I had an “unexpected memory” the other day. I was walking a trail in the Pinelands with a hiking group when I happened upon a smaller type of snake that didn’t seem too concerned about our presence - it neither scurried away nor got defensive, but just slowly kept going along its way, undeterred. I was able to take a photograph – not the best, as I only had a macro lens and I don’t go chasing down snakes for their “best side”! I am not a “snake person”. They do fascinate me, but I only like to enjoy them at a distance.
I looked up the snake when I got home to see what kind it was, and found out that it was an eastern hognose snake, which brought back a chain of memories from when I was six or seven years old, a time when we lived up on the Janesville Pike in Tyrone, surrounded by farm fields and forests.
My mom was a city girl, brought up in New Haven, who’s weekend playground was nearby New York City. She wasn’t much for corn stalks and wildlife as she was for skyscrapers and busy sidewalks.
So, when my older brother came in the house exclaiming there was a snake out in the back yard, we were all ushered inside the house and not allowed to venture out. Danger, danger, danger! was orbiting throughout her mind! She must have immediately called the game warden, a friendly man named Joe Grimm, because he was soon knocking on the front door.
Next, I remember Mr. Grimm leading us kids out the back door, holding a forked stick in his hand. As we stood back, he walked over to the snake and began prodding it with the stick, pushing it to the side with the fork. The snake moved away slowly, but Mr. Grimm, with a quiet grin and a concentrated look on his face, was persistent in his efforts to annoy the snake.
The snake, continually prodded by Mr. Grimm’s deft use of the forked stick, finally gave up trying to move on. It wriggled a bit and rolled over on its back, offering its white belly to the warm afternoon sun.
We kids stood there stunned, to think that Mr. Grimm killed the snake, and so easily.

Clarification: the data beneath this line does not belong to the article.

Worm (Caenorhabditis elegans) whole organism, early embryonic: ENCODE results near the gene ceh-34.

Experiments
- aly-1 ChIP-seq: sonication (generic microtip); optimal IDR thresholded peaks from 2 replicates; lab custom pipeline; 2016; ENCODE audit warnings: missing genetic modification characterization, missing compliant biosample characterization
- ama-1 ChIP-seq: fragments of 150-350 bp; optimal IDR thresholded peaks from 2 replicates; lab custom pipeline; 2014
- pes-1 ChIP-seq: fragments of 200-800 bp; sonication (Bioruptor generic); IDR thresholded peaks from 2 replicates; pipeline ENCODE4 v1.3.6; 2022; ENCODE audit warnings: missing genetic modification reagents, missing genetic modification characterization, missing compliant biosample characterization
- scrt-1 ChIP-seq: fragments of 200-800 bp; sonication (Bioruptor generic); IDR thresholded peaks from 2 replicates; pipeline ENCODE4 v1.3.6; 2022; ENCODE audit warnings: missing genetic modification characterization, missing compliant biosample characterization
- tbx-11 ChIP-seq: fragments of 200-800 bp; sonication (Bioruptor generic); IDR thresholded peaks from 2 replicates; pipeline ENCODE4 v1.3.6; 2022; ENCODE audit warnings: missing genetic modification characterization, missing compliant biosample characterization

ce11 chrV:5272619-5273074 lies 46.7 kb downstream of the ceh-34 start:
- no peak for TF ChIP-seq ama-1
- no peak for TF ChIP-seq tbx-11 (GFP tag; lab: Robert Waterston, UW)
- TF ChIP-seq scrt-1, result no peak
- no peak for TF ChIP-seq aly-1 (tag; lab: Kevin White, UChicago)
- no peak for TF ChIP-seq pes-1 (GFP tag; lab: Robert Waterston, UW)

He turned to us and said “See, he’s just playing dead. This isn’t a rattler or a copperhead- it’s a plain ‘ol hognose snake. Harmless!” With that, he walked back to the house to let my mom know that we were all safe and that it wasn’t much to worry about. I remember that he was laughing a bit as he calmed my mother’s fears. After he left though, it did not much matter, as it was another three days before she let any of us kids outside of the house to play!
This memory began a cascade of others. There are so many. I can still remember the skinny dogwood tree that I would shimmy up to look down on the world – I can still feel the roughness of its dry bark and its leafy smell. I remember the time our dog came home shot in the chest, and lived through it. There was the day my sister and a friend went out to the cornfield and gathered corn silk to make “mop head” wigs so that they could look Paul and Ringo. In the back yard, there were peach and apple trees, more moss than grass, and a swing. The back yard was also where, along with my brothers, I learned how to play baseball and football. At times we would see herds of deer and more than once, a black bear. Across the dirt road that ran along the side of the property, was a pasture that held a few cows that were owned by the farmer who lived at the end of that very road. Along our driveway we had wild tiger lilies that attracted all kinds of butterflies that I would sometimes catch. I could keep going and list more memories that have come back to me from that time – there are so many! Maybe someday I will write the stories of some of them.
Its interesting how a chance encounter with a snake – a kind I hadn’t seen in the last fifty-six years ago since Mr. Grimm was summoned to our house – could stir up so many memories. Maybe seeing the hognose wasn’t chance. Maybe it was the universe wanting to give me back a few pages of my story, ones that had been misplaced over time. I have to admit, I feel good to have them back again.